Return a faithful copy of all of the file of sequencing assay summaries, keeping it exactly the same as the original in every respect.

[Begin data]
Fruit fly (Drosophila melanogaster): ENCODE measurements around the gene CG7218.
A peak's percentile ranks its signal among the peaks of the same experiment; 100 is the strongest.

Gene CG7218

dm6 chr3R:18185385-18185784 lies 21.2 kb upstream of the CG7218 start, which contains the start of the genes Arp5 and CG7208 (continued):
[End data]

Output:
Fruit fly (Drosophila melanogaster): ENCODE measurements around the gene CG7218.
A peak's percentile ranks its signal among the peaks of the same experiment; 100 is the strongest.

Gene CG7218

dm6 chr3R:18185385-18185784 lies 21.2 kb upstream of the CG7218 start, which contains the start of the genes Arp5 and CG7208 (continued):